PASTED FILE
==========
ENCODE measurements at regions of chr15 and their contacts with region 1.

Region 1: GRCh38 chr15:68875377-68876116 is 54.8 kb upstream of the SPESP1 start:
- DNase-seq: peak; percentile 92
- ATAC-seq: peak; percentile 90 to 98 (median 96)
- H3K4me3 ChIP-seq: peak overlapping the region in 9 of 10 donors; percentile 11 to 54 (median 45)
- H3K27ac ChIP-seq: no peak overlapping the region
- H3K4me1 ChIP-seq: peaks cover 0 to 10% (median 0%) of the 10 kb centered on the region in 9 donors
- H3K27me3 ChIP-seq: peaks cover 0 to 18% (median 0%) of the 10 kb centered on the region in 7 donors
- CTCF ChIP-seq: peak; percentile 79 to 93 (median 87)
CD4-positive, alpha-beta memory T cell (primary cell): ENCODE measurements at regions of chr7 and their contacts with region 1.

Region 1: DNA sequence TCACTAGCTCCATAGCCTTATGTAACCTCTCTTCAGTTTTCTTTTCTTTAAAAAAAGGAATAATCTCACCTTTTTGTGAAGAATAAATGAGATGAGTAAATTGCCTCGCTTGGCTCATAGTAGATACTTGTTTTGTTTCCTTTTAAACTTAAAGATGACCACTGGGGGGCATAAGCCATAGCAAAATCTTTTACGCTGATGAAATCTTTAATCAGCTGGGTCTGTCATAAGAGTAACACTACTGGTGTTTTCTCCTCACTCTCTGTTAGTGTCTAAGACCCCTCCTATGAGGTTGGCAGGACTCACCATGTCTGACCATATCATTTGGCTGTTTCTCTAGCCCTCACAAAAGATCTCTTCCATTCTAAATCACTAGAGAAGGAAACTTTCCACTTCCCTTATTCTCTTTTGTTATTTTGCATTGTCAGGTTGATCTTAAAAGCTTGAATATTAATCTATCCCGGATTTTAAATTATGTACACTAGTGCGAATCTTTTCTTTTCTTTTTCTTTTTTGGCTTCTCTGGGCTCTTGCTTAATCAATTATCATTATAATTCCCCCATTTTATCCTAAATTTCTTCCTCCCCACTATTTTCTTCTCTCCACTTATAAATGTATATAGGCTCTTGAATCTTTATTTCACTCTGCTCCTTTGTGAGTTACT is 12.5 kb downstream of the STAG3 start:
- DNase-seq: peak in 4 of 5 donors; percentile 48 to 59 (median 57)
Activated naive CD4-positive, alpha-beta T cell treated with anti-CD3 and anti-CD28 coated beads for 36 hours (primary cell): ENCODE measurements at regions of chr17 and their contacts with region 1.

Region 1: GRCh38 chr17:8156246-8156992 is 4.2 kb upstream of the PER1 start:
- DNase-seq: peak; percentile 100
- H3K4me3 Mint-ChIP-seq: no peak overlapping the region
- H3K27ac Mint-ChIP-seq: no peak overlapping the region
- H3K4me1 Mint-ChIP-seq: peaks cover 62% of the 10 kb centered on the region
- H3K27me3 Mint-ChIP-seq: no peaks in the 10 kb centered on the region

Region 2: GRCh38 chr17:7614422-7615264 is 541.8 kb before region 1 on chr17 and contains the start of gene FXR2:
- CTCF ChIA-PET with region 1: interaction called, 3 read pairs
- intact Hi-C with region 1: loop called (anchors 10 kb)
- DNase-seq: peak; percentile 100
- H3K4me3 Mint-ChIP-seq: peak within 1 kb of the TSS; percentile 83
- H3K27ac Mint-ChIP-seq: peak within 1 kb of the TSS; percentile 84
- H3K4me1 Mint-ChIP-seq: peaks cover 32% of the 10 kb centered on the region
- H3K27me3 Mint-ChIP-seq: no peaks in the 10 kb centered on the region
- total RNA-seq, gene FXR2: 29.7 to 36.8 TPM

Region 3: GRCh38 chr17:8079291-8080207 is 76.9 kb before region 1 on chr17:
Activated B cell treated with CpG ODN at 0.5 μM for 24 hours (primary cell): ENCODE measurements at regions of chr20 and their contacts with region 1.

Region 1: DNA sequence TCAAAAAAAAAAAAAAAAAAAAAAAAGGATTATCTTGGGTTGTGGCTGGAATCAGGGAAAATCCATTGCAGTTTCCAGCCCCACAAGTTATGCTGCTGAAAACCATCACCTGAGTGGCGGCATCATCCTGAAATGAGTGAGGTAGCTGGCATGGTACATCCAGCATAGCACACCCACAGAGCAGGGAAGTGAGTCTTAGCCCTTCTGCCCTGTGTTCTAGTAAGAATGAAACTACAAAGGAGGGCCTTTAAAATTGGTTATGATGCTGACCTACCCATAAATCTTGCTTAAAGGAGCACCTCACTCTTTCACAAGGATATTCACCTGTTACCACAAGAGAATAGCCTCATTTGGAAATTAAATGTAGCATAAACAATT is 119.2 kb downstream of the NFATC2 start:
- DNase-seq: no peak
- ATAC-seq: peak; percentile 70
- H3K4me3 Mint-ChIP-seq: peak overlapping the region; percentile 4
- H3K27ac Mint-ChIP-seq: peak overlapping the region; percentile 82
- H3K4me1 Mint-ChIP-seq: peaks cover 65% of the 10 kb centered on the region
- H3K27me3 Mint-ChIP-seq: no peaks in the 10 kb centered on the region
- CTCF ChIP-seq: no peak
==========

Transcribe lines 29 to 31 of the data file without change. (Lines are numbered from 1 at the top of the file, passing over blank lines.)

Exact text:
Region 3: GRCh38 chr17:8079291-8080207 is 76.9 kb before region 1 on chr17:
Activated B cell treated with CpG ODN at 0.5 μM for 24 hours (primary cell): ENCODE measurements at regions of chr20 and their contacts with region 1.

Region 1: DNA sequence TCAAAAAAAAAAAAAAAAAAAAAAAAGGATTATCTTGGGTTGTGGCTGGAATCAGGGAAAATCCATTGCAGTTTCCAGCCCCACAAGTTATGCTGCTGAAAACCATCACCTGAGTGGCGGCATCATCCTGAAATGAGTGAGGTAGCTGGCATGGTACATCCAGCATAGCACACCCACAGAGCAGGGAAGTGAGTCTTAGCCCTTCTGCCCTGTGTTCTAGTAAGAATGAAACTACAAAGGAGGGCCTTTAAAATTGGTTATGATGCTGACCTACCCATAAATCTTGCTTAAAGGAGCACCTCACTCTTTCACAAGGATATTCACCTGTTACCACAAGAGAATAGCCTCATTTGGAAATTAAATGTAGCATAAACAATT is 119.2 kb downstream of the NFATC2 start: